Having finally bought myself an iPhone, I popped into WH Smith yesterday and picked up one of several guides to the device that were on sale there. I now wish I’d spent a bit longer making my choice, because The Ultimate Beginners’ Guide to iPhone (even the title is slightly off-kilter) is without doubt the most poorly-written commercial publication I have ever seen.
Even just skimming the first few pages on the train home, I spotted several typos: ‘sinked’ for ‘synced’, ‘piece of mind’, ‘fore more see page 37’... Further tell-tale signs of illiteracy soon revealed themselves; ‘its’ and ‘it’s’ used interchangably, commas and hyphens either used wrongly, or omitted when they were needed, and of course the grievous overuse of exclamation marks.
Above all, the English is just appalling. Take this sentence: “Amazing seems to little of word to describe it’s performance!” What’s amazing is how many errors the writer has managed to cram into 10 words - errors a GCSE student would be ashamed of. The whole guide reads as if it’s been hurriedly translated from a foreign language, or written by a non-native speaker, and I suspect one of these is the real explanation. Either that, or James Gale (named and shamed as Editor on the contents page) and his colleagues at Black Dog Media are just rubbish at English - which makes publishing a spectacularly poor career choice for them.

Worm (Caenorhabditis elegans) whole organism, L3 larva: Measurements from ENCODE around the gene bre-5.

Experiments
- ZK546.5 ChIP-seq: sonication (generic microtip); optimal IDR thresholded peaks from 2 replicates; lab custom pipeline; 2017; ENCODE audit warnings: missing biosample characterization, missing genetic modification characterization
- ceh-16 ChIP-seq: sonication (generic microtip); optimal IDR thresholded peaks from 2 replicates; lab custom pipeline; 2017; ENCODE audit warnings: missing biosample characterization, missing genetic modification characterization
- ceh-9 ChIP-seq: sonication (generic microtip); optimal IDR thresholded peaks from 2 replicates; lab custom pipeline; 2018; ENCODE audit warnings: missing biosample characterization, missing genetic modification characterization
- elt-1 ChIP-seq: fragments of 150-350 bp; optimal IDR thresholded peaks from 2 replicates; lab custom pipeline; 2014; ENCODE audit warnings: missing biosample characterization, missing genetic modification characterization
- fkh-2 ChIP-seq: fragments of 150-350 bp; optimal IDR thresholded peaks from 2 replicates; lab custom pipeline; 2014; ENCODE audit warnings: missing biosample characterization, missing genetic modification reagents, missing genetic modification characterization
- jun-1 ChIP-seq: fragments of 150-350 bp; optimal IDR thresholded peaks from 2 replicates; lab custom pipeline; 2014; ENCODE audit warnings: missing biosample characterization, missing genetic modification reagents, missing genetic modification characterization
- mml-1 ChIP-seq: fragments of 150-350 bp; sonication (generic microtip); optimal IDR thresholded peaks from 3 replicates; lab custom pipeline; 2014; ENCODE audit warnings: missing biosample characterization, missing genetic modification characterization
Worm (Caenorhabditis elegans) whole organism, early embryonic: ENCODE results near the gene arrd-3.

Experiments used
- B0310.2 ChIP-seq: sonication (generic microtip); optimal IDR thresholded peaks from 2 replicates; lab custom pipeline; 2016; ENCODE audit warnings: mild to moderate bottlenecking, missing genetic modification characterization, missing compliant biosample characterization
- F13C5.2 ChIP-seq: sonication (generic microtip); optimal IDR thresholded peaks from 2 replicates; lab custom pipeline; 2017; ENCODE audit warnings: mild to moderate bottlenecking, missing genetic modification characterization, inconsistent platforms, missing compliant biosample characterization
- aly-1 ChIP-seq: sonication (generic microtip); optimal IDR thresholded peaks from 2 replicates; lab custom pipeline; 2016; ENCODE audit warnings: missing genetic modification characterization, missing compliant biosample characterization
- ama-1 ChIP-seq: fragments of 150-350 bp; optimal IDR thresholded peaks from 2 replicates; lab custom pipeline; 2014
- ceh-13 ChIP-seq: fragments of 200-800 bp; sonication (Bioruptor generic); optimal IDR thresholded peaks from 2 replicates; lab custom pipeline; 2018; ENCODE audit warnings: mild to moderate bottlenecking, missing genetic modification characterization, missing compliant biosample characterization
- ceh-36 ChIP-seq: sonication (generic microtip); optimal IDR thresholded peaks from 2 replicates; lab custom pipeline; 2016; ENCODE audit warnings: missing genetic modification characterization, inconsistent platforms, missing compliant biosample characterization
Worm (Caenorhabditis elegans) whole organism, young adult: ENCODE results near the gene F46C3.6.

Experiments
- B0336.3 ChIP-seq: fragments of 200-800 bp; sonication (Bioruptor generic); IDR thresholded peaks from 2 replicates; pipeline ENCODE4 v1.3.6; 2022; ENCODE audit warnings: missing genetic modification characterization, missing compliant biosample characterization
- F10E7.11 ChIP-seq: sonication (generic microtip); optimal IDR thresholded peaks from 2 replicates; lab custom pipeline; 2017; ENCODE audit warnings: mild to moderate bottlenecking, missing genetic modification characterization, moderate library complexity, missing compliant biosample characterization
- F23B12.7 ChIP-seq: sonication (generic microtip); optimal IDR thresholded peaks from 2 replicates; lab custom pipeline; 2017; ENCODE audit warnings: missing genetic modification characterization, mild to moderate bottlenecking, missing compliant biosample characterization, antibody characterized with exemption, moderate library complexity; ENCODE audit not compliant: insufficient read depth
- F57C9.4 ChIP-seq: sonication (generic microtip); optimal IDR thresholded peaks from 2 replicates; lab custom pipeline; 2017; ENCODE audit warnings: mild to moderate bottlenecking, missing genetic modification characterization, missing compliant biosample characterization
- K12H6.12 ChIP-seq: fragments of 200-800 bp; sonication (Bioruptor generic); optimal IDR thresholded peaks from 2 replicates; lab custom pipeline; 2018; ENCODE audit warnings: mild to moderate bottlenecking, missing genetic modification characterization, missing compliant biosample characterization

I’ve spent much of my career as a sub-editor, so I take bad writing personally (not to mention the fact that I spent £8.99 on this piece of illiterate garbage). But there’s more to it than that. The real issue here is that this is supposed to be a technical guide; if the authors can’t spell simple English words correctly, why should I trust them when they’re giving me instructions on how to set up my iPhone, or listing technical specifications or statistics? It’s bad enough wherever it crops up, but in non-fiction in particular, poor spelling and writing undermines the entire enterprise.